There are loads of these little places around Gravesham and I hope I will be able to discover them all before we move!
The amazing Indian community.
I absolutely love the Indian community in Gravesend. I live on Peacock Street, one street over from Guru Nanak Darbar Gurdwara. It is a Sikh temple, believed to be one of the biggest in the UK, maybe even the world (outside of India).
People in the area are incredibly friendly. I love going to the corner shop, I love the way the man knew my order by heart the second time I visited. I love the parades and the parties and the way the Sikh share their culture. I am a big fan of Indian food and we have some AMAZING take aways in the area. Oh, and have I mentioned the street often smells of AMAZING curries?
The Geek community
My husband and I are geeks. I don’t think that is a big secret. We love playing dungeons and dragons and were very happy when we noticed there actually was a geek café in the city. Yes indeed! A little shop where you could order a coffee, play baordgames, cardgames, tabletop or pen and paper roleplay.
It wouldn’t take long before we set up a weekly game of Dungeons and Dragons with strangers who would soon enough become good friends. It was so easy to connect to the community – something that seemed almost impossible while living in London!
The restaurants and pubs
One of the things I hated most about living in the shity (shit city) of Thamesmead was the lack of shops, restaurants and pubs. Literally: it was an American suburbia. Lots and lots of houses and suburbs and one lousy retail park with a Morissons, a few local shops and a shifty pub (probably the only cash pub in London).
When we moved to Gravesend, I put my foot down. I did not want to have to take the bus to get into town. I wanted to live somewhere that would allow me to walk into town in 10 minutes or less. And the real estate Gods delivered.
There are so many amazing pubs and restaurants in this city. I personally love eating Thai in Sukhothai. We try to go to King’s Diner every week for the best English breakfast in a 15 mile radius. We love eating out at The Three Daws because they have different craft ales on tap every day and they serve amazing British food that is not always burgers (even though the Burgers are amazing).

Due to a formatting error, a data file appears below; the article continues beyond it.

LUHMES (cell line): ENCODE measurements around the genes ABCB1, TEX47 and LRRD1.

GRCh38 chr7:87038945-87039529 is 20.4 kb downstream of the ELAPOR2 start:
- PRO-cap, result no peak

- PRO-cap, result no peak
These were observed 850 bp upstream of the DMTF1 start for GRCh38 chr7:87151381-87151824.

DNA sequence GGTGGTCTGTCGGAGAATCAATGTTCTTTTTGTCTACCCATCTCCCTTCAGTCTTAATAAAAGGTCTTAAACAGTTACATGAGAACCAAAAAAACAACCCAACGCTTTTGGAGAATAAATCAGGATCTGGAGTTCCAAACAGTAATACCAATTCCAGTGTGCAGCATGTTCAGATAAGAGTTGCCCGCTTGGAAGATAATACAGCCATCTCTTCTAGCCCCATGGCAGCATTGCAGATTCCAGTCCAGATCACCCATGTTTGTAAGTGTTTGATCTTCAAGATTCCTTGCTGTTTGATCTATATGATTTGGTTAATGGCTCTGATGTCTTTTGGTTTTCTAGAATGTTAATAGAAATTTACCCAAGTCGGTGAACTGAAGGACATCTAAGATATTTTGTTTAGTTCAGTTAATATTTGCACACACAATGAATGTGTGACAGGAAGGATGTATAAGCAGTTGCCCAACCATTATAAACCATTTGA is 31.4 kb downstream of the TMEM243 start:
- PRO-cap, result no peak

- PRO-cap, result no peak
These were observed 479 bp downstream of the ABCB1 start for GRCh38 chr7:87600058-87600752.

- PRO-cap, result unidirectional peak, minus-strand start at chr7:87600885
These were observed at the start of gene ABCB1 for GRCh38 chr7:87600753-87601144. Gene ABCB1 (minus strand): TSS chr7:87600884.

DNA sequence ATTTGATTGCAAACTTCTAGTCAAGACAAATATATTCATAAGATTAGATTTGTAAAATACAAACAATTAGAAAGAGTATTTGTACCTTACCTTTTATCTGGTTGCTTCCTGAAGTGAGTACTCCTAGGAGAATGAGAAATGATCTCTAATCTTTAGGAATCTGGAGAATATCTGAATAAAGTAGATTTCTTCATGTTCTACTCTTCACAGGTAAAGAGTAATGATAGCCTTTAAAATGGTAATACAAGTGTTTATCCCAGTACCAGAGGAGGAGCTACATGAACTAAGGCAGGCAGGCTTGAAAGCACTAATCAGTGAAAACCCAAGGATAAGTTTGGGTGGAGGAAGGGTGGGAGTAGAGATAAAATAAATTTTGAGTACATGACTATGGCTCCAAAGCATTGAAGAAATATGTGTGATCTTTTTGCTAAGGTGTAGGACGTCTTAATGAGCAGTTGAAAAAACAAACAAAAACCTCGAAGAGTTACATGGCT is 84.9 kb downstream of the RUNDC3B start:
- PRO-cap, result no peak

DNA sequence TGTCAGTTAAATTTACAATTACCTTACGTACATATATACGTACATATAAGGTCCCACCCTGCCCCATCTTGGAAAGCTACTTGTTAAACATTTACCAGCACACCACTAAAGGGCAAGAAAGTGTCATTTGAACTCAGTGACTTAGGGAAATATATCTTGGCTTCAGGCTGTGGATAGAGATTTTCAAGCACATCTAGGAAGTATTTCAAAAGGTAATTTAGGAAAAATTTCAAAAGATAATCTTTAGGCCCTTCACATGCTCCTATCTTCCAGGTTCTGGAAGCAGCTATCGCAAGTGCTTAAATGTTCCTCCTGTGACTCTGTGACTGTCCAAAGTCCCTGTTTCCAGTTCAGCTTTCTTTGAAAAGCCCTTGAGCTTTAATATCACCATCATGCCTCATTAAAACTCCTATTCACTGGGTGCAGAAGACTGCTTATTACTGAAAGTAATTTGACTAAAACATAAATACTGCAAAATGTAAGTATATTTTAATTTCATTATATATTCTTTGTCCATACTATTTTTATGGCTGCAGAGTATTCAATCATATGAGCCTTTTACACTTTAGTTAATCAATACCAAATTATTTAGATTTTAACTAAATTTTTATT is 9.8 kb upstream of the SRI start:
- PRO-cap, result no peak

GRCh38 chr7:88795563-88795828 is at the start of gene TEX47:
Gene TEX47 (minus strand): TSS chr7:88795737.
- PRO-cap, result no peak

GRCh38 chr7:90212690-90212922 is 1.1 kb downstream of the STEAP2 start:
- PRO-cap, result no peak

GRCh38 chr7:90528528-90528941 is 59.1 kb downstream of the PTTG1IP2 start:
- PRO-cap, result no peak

I can wholeheartedly recommend going for the Sunday all-you-can-eat buffet at Ghandi’s (Indian) and ordering Indian food online at Le Spice. I love the little pubs on Windmill hill and taking up a picknick, sitting in the sun and enjoying the panoramic view over the Thames is something I want to do again before I leave.
Would I come back again to Gravesend?
I think, overall, the chance of my husband and I returning to the UK is pretty slim. Especially since Brexit is going through and it looks like I would have to fill out quite a substantial amount of paperwork in order to have the right to set foot on this island.
But if we would come back to the UK, I do think I would like to come back to Gravesend. It is close to London – 20 minutes by the high speed train and 40 minutes by normal train (yes that is indeed less long than when I lived closer to London… ), renting prices are ridiculously low (950/month for a 3 bedroom house) and there is an amazing sense of community, there are amazing parks and the character properties and houses are absolutely amazing! Especially at Windmill Hill (drool drool).
In the year I have been living here, Gravesend nestled itself in my heart. I will miss this odd, strangely romantic and exceptionally friendly place. If you have never visited: do, because I am sure you will love it as much as I do.
PS: It is actually quite funny that when looking for a suiting image for this blog post, every image on Google makes this town look like the shittiest place on earth! Which it is not! AT ALL!